Leith Colton is Community Wellness Director at the Port Chester Carver Center; she is an LMSW, an EMT-B, and is enrolled in the Year-Long Certification Program at Mindful Schools.
How can we grow sustainable and enduring mindfulness programs for youth? In a recent interview, Mindful Schools educator Leith Colton described key stages in developing a thriving mindfulness program involving six schools and an entire community. Some of her most important realizations came through her own mindfulness practice as she built the program from the ground up, and then from the top down.
The Foundation: Roots in the Practice and the Community
In starting her program, Leith leveraged two key assets: her own commitment to mindfulness practice and her many community relationships.
Leith works in Port Chester, NY, a small suburb of New York City that is 75% Hispanic / Latino with 69% of the children qualifying for free and reduced lunch subsidy. When Leith was introduced to mindfulness at a DBT training (Dialectical Behavioral Therapy), she realized it could marry the needs of her community with her own vision for a mental health program rooted in resilience, well-being, and strengths-based work.
Leith began to develop her own mindfulness practice. As it deepened, she understood how we all can benefit from contemplative skills, and how mindfulness practice had the potential to transform her community.
She started small, working from the bottom up. Leith built upon her relationships; first within her own organization, the Carver Center, a local community center in the heart of town, and offered a mindfulness program during their summer camp. Students and staff were overwhelmingly enthusiastic! Based on the network of relationships she had already established in Port Chester, word spread quickly.
Strategic Growth: Balancing Interest with Resources
Leith built gradually. She moved from small group settings to district-wide implementation by demonstrating the relevance of the practice from Kindergarten on up and collaborating with people who trusted her. Throughout that process, she worked hard to balance meeting the swell of interest with needs for sustainable growth and high quality programming.
Initially, she accepted every invitation that came. She facilitated the Morning Meeting at a 4th grade classroom. She got down on the rug with a Kindergarten class; offered support to individual teachers; and agreed to lead SEL programming for the Carver Center’s After School Program, which serves 1,000 children.
Thrilled with the growing demand, she recognized the need to temper the program’s expansion by setting realistic expectations and building a team of well-trained staff. She held meetings with teachers and community stakeholders to discuss the program, its promise, and the key factors that would support or limit its growth.
Key Partnerships: Finding Allies at the Top, Building a Team
The final ingredient in the success of Leith’s program was her ability to pivot from grassroots growth to a top-down, structured implementation. This required an emphasis on finding allies, developing those relationships, and building an effective team.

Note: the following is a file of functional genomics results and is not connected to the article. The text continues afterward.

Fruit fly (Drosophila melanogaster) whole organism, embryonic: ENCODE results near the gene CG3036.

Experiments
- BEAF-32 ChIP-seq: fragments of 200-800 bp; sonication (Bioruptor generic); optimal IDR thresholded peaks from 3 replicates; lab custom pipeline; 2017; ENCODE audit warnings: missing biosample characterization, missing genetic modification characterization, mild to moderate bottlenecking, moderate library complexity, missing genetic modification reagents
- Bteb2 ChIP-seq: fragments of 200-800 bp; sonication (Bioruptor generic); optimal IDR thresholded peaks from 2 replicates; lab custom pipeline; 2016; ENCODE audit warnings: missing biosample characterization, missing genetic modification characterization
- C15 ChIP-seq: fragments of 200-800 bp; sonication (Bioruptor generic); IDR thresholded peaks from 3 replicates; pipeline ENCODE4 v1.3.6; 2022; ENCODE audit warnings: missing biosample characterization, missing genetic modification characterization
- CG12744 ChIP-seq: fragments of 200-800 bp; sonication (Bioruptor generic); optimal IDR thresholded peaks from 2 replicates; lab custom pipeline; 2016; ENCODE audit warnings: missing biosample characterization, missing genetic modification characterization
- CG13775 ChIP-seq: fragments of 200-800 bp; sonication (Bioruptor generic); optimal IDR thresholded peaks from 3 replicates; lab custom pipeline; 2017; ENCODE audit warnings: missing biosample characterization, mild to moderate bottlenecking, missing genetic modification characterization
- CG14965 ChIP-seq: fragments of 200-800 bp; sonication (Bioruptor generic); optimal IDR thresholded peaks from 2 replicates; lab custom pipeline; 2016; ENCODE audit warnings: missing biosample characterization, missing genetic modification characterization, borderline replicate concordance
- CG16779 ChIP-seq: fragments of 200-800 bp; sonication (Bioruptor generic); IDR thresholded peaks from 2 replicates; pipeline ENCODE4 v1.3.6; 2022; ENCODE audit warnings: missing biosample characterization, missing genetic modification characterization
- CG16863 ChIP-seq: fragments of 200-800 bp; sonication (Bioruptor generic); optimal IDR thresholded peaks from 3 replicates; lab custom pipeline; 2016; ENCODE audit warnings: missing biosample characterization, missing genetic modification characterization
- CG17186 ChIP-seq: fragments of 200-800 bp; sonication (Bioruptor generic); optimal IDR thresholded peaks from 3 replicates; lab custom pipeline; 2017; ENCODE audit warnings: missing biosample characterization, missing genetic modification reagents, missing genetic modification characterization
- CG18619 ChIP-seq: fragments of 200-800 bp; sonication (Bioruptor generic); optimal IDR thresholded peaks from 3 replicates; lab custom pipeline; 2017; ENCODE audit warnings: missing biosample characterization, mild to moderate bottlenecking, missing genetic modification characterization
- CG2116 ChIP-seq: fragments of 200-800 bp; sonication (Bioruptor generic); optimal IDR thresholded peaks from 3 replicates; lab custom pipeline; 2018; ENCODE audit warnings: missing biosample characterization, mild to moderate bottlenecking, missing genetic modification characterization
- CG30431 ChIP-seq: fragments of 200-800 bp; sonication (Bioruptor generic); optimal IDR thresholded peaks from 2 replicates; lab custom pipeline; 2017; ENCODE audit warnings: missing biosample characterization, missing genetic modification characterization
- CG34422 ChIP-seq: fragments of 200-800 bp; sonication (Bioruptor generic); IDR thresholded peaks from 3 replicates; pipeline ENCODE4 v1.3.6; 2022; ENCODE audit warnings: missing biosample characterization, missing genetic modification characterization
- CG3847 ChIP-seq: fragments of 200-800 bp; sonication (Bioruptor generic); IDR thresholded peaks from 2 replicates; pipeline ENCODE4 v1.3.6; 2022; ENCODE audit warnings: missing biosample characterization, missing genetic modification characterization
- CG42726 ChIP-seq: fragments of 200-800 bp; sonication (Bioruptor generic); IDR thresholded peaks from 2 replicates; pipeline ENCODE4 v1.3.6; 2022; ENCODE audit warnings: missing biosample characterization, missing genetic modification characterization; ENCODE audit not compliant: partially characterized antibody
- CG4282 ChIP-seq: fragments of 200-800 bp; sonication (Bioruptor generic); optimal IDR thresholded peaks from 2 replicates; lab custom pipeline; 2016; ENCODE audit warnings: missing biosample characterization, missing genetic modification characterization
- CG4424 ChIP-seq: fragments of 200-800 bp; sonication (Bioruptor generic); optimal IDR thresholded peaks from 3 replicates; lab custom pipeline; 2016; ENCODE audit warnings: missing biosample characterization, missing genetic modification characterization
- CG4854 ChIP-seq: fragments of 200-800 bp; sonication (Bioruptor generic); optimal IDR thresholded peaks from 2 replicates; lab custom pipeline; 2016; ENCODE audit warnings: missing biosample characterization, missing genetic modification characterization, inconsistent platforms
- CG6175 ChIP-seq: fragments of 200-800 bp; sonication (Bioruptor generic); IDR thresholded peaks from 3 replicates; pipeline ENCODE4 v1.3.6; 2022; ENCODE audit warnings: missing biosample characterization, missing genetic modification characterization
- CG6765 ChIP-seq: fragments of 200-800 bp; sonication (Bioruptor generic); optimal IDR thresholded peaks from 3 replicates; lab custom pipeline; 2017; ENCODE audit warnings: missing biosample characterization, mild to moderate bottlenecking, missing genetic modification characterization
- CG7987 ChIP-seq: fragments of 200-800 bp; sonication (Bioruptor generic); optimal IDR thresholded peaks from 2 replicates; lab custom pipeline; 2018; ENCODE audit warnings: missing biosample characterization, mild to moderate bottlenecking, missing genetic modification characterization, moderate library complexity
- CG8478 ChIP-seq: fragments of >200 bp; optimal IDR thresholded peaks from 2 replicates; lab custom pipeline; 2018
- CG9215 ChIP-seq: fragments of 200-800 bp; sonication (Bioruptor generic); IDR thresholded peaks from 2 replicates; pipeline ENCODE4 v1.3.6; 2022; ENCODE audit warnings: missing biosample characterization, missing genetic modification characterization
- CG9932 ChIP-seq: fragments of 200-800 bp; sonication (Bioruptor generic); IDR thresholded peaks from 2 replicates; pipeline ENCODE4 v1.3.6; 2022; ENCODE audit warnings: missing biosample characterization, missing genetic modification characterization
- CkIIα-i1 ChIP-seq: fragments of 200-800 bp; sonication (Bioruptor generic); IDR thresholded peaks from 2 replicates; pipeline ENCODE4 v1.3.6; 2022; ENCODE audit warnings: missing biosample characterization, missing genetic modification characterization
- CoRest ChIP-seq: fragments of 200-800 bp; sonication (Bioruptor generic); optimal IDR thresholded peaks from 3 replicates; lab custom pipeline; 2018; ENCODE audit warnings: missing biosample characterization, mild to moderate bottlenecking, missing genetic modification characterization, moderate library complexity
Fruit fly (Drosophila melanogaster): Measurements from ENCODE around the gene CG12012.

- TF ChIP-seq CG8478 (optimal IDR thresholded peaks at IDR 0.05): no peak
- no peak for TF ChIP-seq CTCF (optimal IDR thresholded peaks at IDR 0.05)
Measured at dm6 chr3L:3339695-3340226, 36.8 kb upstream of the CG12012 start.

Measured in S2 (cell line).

Within the first year of mindfulness programming at Carver Center, Leith deepened her relationship with the Assistant Superintendent, himself a long-time mindfulness practitioner. They began to discuss full district implementation, funding, and teacher training.
Building out a staff to offer mindfulness in all six school sites and at the Carver Center meant reaching not only classroom teachers but district paraprofessionals, art and music teachers, and appropriate volunteers committed to youth outreach. Leith set to work networking and offering training.
She created lunchtime groups with teachers and administrators to offer them support, where they felt safe to report what was really unfolding in their work lives. The feedback was heartfelt and inspiring. (To this day teachers continue to meet bi-weekly to share how mindfulness supports them professionally and personally.) She also trained volunteers to work with youth, and began to refer adults to Mindful Schools’ courses to build their own practice.
Presently, Leith has sixty-two adults – classroom and art teachers, administrators, and community volunteers – enrolled in the Mindfulness Educator Essentials course, having completed the Mindfulness Fundamentals. The Carver Center continues to provide the space, place and creative thinking vitally important to growing a vibrant and resilient community.
The needs and resources of each community and program are unique. Yet Leith’s story helps us to understand how we can move, one step at a time, from the foundation of our own practice to a strong, district-wide program.
Leith can be reached at firstname.lastname@example.org. She is currently enrolled in the Mindful Schools Year-Long Certification Program.
Founded in 2007, Mindful Schools trains educators to integrate mindfulness into their work with youth. Educators trained by Mindful Schools have impacted over 750,000 students worldwide. You can learn more about our online course offerings, Mindfulness Fundamentals and Mindful Educator Essentials, and our Year-Long Certification at mindfulschools.org.